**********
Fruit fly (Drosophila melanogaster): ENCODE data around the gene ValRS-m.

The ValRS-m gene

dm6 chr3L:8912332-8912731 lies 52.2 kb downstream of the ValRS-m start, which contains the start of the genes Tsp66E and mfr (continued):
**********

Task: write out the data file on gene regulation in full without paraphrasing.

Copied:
Fruit fly (Drosophila melanogaster): ENCODE data around the gene ValRS-m.

The ValRS-m gene

dm6 chr3L:8912332-8912731 lies 52.2 kb downstream of the ValRS-m start, which contains the start of the genes Tsp66E and mfr (continued):